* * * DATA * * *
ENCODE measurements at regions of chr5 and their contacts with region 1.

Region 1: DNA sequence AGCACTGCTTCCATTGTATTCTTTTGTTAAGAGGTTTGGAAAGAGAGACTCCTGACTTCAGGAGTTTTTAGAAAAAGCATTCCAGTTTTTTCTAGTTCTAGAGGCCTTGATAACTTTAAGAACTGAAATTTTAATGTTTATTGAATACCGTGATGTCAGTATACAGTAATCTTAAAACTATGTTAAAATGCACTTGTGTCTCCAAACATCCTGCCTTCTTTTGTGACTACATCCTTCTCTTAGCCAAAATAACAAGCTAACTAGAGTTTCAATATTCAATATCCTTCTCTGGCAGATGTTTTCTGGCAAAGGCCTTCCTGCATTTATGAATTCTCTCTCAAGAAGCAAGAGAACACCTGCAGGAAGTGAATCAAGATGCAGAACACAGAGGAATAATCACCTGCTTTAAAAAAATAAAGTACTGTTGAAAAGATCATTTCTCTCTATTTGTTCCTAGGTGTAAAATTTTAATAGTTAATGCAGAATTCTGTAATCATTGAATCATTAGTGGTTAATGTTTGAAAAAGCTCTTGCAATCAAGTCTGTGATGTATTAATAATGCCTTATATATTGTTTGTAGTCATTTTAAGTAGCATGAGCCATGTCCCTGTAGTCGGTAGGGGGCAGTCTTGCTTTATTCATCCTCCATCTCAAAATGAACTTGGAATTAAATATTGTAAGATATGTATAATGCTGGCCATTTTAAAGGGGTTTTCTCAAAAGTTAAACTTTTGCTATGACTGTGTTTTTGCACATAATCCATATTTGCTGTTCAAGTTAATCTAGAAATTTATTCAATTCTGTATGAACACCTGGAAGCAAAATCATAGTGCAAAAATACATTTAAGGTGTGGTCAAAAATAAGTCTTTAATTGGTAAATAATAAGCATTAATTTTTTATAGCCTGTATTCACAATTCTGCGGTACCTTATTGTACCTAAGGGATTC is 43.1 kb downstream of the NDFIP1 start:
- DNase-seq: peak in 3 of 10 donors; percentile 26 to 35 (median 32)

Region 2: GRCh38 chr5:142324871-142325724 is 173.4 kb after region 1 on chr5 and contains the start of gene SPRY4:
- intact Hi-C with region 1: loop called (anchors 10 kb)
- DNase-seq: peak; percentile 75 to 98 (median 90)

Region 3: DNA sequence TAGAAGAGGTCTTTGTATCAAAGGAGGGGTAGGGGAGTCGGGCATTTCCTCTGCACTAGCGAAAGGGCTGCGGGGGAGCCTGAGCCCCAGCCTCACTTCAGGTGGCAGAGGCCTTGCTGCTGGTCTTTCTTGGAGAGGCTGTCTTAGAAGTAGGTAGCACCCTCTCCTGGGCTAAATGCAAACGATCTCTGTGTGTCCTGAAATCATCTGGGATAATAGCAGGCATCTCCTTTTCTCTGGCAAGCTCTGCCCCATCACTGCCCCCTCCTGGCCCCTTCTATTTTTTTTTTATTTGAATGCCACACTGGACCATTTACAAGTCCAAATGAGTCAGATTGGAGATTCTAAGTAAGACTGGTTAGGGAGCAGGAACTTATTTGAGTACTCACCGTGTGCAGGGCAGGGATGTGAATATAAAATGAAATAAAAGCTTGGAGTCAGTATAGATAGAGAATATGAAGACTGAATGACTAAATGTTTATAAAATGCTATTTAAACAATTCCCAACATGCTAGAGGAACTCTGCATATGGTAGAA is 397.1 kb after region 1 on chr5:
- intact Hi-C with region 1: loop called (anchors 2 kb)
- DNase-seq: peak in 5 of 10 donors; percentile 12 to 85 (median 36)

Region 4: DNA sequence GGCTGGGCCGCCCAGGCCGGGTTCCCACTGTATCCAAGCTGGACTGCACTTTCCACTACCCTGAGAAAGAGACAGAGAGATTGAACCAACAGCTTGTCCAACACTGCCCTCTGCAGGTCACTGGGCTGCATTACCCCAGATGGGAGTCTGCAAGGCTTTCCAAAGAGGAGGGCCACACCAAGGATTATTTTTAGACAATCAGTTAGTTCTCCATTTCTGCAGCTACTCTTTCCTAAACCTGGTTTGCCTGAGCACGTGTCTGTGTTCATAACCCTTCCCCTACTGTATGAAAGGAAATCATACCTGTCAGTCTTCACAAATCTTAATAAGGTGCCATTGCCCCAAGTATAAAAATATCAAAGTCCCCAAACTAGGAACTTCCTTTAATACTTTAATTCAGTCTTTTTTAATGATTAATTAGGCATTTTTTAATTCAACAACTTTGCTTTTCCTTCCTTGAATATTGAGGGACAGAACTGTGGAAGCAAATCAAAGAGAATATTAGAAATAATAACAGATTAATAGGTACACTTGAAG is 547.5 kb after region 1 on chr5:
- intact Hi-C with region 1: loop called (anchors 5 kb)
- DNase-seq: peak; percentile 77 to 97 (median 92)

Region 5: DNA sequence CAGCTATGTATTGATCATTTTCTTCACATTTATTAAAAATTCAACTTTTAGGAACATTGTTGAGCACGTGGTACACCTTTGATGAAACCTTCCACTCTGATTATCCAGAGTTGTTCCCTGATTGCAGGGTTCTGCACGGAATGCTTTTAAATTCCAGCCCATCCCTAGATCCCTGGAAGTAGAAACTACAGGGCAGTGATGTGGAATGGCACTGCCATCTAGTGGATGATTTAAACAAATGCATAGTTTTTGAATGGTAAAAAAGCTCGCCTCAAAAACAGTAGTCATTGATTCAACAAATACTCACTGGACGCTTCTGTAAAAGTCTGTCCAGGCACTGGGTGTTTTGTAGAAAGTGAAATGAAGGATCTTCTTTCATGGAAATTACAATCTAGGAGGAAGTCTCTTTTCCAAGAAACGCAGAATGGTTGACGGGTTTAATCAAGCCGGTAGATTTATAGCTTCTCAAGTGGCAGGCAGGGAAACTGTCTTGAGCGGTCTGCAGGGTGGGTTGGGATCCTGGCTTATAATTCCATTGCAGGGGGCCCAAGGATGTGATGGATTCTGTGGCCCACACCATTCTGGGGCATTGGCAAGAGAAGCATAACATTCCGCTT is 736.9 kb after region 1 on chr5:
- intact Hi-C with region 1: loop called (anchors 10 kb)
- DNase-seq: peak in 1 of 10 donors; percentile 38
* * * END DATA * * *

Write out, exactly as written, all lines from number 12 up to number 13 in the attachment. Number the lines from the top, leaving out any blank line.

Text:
- DNase-seq: peak; percentile 77 to 97 (median 92)

Region 5: DNA sequence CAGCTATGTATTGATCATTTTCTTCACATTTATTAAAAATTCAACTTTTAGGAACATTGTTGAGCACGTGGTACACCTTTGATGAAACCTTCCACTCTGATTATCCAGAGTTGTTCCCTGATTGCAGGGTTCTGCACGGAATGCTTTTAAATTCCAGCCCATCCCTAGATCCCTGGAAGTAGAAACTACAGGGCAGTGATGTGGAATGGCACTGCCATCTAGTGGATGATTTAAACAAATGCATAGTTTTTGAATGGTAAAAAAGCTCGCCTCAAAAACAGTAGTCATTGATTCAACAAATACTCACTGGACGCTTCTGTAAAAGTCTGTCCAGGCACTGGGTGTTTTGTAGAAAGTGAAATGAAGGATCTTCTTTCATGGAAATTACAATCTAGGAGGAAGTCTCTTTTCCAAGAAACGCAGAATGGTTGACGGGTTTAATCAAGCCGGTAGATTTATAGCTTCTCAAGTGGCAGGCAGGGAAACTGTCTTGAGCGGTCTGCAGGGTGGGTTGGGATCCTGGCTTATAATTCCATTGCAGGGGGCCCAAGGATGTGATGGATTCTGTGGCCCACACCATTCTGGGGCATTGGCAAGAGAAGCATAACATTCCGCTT is 736.9 kb after region 1 on chr5: